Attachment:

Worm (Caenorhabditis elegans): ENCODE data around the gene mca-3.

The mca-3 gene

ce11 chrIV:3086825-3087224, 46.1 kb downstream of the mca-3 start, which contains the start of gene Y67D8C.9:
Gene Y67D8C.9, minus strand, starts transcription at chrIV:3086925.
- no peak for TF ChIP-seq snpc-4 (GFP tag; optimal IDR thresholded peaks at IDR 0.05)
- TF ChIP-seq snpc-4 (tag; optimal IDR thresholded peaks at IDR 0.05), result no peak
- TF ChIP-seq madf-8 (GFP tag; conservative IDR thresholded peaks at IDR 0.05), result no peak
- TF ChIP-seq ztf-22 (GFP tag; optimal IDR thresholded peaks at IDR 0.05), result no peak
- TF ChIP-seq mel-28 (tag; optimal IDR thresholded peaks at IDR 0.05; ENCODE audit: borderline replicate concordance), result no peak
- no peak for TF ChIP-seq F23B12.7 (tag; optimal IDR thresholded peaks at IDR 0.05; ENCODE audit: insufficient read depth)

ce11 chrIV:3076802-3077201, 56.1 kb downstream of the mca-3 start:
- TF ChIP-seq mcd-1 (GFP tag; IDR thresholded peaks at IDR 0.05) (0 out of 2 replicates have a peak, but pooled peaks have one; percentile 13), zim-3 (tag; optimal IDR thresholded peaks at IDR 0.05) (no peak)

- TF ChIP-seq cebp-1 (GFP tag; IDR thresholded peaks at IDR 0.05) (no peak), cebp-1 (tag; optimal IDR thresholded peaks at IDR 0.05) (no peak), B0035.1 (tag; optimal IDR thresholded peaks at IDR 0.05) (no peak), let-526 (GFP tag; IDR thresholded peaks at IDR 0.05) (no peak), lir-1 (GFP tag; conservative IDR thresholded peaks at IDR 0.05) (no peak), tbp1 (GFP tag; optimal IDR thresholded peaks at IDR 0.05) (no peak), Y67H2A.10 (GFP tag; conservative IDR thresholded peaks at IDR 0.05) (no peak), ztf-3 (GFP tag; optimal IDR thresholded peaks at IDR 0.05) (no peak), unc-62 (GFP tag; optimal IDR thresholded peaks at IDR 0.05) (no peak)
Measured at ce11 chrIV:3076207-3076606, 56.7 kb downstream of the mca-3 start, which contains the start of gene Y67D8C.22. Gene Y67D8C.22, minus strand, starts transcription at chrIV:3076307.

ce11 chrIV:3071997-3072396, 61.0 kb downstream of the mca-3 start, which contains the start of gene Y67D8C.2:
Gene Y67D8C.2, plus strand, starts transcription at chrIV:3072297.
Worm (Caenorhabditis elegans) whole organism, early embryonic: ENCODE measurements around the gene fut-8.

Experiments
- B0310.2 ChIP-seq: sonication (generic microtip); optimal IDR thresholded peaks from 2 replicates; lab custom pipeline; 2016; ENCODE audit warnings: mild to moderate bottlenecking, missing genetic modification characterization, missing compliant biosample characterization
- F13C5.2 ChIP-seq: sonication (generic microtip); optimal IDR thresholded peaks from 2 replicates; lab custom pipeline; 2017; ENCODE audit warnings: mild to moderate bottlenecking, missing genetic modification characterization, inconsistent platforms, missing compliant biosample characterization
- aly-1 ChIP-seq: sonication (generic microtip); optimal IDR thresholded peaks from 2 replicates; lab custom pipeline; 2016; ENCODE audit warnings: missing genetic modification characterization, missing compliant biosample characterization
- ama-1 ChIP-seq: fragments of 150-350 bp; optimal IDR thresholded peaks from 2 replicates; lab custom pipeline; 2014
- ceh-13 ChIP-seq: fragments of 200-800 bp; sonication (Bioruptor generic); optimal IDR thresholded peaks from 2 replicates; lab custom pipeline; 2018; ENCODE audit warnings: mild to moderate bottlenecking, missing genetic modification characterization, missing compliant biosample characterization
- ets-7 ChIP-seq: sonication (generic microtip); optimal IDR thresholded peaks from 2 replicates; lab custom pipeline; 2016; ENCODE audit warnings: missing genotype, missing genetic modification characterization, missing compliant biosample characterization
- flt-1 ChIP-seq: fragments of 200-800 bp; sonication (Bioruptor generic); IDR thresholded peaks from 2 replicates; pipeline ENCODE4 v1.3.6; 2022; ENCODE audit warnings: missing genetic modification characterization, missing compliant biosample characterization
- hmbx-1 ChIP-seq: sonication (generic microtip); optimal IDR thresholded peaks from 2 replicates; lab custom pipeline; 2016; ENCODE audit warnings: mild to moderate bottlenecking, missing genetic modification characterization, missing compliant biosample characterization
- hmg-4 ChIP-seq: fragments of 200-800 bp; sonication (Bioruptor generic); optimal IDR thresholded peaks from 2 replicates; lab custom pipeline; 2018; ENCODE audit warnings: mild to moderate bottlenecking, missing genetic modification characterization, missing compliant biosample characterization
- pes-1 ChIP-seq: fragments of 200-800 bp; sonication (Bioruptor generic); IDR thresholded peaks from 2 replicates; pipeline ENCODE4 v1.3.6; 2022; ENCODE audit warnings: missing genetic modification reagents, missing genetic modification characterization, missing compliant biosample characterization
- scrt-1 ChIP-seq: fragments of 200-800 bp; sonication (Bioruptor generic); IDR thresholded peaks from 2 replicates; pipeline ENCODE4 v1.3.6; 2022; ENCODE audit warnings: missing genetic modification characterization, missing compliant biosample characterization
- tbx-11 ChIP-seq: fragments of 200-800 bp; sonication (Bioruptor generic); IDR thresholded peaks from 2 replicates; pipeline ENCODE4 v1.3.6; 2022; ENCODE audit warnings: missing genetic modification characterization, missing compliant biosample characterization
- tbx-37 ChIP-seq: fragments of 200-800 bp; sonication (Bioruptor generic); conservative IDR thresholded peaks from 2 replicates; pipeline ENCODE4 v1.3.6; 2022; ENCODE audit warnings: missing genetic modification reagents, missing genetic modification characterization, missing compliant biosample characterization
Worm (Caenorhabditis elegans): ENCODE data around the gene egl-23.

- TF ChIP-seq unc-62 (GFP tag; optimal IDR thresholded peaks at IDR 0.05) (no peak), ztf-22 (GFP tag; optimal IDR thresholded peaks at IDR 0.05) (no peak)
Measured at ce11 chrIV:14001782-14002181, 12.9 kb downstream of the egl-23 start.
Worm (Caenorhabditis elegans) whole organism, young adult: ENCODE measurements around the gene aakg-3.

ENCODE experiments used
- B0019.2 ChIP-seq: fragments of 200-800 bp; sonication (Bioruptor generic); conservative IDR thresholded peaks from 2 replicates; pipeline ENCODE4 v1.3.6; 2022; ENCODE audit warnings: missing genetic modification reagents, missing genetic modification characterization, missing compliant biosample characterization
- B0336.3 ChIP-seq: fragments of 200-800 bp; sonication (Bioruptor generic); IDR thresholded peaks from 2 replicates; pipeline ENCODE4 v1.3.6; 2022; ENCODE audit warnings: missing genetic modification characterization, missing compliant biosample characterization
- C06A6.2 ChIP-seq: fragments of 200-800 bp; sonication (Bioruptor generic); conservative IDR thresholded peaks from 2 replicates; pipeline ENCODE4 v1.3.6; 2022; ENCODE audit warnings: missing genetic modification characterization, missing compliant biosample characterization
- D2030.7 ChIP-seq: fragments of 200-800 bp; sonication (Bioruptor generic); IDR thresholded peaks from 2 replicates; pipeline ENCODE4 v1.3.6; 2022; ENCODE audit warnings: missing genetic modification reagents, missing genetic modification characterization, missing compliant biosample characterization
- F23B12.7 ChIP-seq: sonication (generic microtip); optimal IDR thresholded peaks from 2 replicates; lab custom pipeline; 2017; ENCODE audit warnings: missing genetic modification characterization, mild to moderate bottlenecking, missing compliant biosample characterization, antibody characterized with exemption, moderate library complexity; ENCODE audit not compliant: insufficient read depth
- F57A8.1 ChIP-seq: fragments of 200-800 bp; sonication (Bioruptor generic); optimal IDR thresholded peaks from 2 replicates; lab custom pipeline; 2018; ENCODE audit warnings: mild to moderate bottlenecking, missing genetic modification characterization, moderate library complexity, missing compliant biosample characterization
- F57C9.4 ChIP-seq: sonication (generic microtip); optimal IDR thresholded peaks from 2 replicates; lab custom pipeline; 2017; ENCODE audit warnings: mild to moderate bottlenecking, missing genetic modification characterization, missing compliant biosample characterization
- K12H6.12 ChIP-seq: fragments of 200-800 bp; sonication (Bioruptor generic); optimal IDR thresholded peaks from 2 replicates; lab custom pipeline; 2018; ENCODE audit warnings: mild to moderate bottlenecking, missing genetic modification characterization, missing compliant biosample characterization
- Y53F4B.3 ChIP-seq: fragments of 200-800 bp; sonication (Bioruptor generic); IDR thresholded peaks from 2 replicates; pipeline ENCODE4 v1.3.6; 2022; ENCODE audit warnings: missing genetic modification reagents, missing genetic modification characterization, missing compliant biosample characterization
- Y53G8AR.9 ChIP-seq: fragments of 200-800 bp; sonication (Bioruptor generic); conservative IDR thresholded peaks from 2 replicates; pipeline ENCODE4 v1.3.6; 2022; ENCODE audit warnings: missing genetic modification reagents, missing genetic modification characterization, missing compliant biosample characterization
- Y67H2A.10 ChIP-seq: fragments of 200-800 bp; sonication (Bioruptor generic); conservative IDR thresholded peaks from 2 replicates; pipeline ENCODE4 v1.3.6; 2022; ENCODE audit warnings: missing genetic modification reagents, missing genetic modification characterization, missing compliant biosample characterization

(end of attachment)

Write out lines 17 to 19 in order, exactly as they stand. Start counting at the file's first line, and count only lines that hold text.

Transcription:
Worm (Caenorhabditis elegans) whole organism, early embryonic: ENCODE measurements around the gene fut-8.

Experiments
- B0310.2 ChIP-seq: sonication (generic microtip); optimal IDR thresholded peaks from 2 replicates; lab custom pipeline; 2016; ENCODE audit warnings: mild to moderate bottlenecking, missing genetic modification characterization, missing compliant biosample characterization